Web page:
Using Packer with XCP-ng

Tutorial Feb 22, 2024

Having a tool to orchestrate automatically your application is great: it's called Terraform, and our provider for Xen Orchestra API is now finally hosted in our public Github organization:

GitHub - vatesfr/terraform-provider-xenorchestra: Xen Orchestra provider for Terraform
Xen Orchestra provider for Terraform. Contribute to vatesfr/terraform-provider-xenorchestra development by creating an account on GitHub.

As a reminder, you can read some examples here:

VirtOps #1: XO Terraform provider
DevOps series is back, and with great content about Terraform and Xen Orchestra!

But how about getting always up-to-date templates that you will use then with Terraform? A cool solution called Packer!


Let's talk about Packer first: it is a tool that automates the creation of consistent machine images for different platforms. Its goal in infrastructure is to enable the reliable and reproducible generation of machine images, promoting consistency and reducing manual intervention.

By defining configurations in a declarative HCL syntax, Packer supports the concept of Infrastructure as Code (IaC), ensuring that the deployment process remains standardized across various environments, such as virtual machines, containers, or cloud instances. This automation enhances the efficiency of managing infrastructure, minimizes configuration drift, and facilitates a more streamlined and scalable deployment process.

In other words, using Packer in an XCP-ng infrastructure allows you to create your custom template suiting your needs, while keeping them up to date in a predictable fashion!

Packer 101: a real example

Let's explore how you can use it with a real use example! We'll prepare a Debian 12 template, ready to use with Cloudinit support and our latest Rust guest tools.

Installing Packer

Before anything else, you need to install Packer first: to do this, you can check directly the official packer documentation. If you are on Ubuntu/Debian, it's done in few lines:

curl -fsSL | sudo apt-key add -
sudo apt-add-repository "deb [arch=amd64] $(lsb_release -cs) main"
sudo apt-get update && sudo apt-get install packer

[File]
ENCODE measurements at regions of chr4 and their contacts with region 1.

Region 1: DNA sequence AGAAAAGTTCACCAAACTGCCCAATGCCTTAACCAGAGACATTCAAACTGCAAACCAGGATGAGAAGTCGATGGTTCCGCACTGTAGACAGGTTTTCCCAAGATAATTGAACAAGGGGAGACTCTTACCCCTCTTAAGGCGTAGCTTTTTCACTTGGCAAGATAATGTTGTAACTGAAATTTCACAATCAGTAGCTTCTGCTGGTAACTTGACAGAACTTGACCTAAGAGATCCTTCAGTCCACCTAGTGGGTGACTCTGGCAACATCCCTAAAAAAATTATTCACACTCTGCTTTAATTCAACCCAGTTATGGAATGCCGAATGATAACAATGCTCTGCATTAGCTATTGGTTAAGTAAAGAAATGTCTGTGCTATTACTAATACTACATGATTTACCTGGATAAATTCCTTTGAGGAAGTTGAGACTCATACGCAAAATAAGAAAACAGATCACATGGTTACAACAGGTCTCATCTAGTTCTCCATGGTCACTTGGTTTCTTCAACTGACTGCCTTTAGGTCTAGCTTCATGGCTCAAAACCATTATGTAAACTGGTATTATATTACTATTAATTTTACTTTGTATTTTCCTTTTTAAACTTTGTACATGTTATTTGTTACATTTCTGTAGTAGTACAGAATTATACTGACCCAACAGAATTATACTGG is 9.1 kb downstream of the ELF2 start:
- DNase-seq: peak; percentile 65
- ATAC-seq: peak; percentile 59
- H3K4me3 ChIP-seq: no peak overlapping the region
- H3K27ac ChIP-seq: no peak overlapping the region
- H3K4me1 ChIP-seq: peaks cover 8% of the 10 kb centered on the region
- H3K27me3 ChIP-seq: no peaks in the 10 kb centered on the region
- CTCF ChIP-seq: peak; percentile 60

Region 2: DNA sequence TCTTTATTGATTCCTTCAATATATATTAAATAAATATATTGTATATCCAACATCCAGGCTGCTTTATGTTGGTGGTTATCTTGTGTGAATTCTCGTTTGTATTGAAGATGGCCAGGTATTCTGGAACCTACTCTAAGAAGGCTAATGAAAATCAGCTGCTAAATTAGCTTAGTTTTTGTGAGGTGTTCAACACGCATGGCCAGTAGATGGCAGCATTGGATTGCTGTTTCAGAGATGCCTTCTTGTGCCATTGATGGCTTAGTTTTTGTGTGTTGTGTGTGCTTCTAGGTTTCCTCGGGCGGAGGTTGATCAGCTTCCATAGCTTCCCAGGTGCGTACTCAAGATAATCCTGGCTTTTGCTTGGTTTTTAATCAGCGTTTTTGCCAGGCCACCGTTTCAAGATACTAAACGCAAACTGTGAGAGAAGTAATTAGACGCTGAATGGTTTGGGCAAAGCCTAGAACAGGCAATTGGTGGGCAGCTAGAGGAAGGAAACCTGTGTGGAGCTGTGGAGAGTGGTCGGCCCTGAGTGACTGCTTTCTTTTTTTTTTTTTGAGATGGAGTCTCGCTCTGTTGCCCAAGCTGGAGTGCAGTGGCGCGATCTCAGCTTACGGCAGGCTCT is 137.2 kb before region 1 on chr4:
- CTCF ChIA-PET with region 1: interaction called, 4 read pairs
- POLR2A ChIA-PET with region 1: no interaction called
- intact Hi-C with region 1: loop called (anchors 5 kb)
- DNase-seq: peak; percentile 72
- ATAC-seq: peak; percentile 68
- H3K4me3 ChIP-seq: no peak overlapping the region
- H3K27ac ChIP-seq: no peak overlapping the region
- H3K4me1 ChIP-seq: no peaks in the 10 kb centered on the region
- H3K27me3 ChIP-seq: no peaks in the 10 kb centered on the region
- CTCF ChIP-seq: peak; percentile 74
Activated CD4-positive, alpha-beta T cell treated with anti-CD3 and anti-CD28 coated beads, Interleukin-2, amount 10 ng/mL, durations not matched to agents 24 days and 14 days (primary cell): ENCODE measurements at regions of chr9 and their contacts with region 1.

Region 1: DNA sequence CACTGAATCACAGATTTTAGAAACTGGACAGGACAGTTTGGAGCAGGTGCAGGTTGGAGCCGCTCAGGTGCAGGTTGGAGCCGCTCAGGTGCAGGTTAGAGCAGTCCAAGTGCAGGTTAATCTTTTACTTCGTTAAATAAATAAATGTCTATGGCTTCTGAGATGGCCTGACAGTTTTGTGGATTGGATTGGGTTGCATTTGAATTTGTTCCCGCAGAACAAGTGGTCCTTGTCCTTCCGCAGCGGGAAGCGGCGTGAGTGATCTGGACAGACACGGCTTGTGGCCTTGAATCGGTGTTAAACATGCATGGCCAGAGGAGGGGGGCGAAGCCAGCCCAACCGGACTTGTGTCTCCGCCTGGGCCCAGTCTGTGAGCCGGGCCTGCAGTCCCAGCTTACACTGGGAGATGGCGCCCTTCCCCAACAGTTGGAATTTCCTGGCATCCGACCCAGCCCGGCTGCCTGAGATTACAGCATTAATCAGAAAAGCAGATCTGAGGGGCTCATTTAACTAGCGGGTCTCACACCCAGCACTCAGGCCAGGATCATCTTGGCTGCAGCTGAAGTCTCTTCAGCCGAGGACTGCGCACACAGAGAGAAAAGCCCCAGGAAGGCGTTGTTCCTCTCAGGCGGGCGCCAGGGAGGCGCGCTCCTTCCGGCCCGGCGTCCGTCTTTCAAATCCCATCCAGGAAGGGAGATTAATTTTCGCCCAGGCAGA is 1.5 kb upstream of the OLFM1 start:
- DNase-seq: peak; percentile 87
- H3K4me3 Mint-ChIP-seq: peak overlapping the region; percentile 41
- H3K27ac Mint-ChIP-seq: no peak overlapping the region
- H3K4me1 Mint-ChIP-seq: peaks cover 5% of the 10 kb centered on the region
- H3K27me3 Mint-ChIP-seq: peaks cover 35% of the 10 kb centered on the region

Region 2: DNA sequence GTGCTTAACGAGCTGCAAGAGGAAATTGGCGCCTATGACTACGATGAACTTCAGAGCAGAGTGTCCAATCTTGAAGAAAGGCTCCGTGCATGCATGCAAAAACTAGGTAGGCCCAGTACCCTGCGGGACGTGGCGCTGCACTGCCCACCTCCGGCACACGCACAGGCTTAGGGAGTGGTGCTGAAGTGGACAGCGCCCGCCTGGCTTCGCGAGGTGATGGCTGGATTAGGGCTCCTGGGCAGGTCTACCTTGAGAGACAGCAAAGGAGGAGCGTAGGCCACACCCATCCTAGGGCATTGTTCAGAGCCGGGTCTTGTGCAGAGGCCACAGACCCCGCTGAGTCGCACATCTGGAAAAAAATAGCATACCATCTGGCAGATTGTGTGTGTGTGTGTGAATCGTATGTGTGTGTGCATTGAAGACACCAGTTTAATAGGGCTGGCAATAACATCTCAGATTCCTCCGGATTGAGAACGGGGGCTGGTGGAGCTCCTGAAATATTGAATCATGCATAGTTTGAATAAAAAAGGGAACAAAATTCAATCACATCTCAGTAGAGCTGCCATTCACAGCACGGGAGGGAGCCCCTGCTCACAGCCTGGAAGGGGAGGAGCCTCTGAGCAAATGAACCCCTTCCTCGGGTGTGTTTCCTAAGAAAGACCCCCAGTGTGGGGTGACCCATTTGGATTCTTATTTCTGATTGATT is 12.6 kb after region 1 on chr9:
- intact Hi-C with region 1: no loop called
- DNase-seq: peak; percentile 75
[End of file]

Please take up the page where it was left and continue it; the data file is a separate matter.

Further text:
Now you can check if it works by entering packer in your shell. You should see:

Usage: packer [--version] [--help] <command> [<args>]

Available commands are:
    build           build image(s) from template
    console         creates a console for testing variable interpolation
    fix             fixes templates from old versions of packer
    fmt             Rewrites HCL2 config files to canonical format
    hcl2_upgrade    transform a JSON template into an HCL2 configuration
    init            Install missing plugins or upgrade plugins
    inspect         see components of a template
    validate        check that a template is valid
    version         Prints the Packer version

Your packer file

With Packer installed, you can create your first packer file. Create a new file, with the extension .pkr.hcl at the end. For example here, we called it debian12.pkr.hcl, because we'll use this file to create a… Debian 12 template!

Declare the plugin to use

So, let's declare the fact that you need to use this very XCP-ng/XenServer Packer plugin:

packer {
  required_plugins {
   xenserver= {
      version = ">= v0.7.0"
      source = ""

Save your file, and do a packer init. The output should look like this:

Installed plugin v0.7.0 in "/home/user/.packer.d/plugins/"

XCP-ng host & storage information

Now, we need to tell the plugin how to connect to your host. Add this to your file:

variable "remote_host" {
  type        = string
  description = "The ip or fqdn of your XCP-ng. It must be the master"
  sensitive   = true
  default     = ""

variable "remote_username" {
  type        = string
  description = "The username used to interact with your XCP-ng"
  sensitive   = true
  default     = "root"

variable "remote_password" {
  type        = string
  description = "The password used to interact with your XCP-ng"
  sensitive   = true
  default     = "P@ssw0rd"

variable "sr_iso_name" {
  type        = string
  description = "The ISO-SR to packer will use"
  default     = "ISO Repository"

variable "sr_name" {
  type        = string
  description = "The name of the SR to packer will use"
  default     = "Local storage"

It's pretty self explanatory: we'll tell Packer to access your master host, and rely on a target Storage Repository for VM disk and the ISO repository to mount the Debian ISO inside the VM.

Configure your VM

Now, we can configure our VM. We'll go step by step, but all the content you see must be in the same file that we provided in a Gist.

ISO and boot commands

source "xenserver-iso" "debian12" {
  iso_checksum      = "013f5b44670d81280b5b1bc02455842b250df2f0c6763398feb69af1a805a14f"
  iso_url           = ""

  sr_iso_name    = var.sr_iso_name
  sr_name        = var.sr_name
  tools_iso_name = ""

  remote_host     = var.remote_host
  remote_password = var.remote_password
  remote_username = var.remote_username

  http_directory = "http"
  ip_getter = "tools"

  boot_command =  [
        "/install.amd/vmlinuz ",
        "initrd=/install.amd/initrd.gz ",
        "auto=true ",
        "domain= ", 
        "url=http://{{.HTTPIP}}:{{.HTTPPort}}/preseed.cfg ",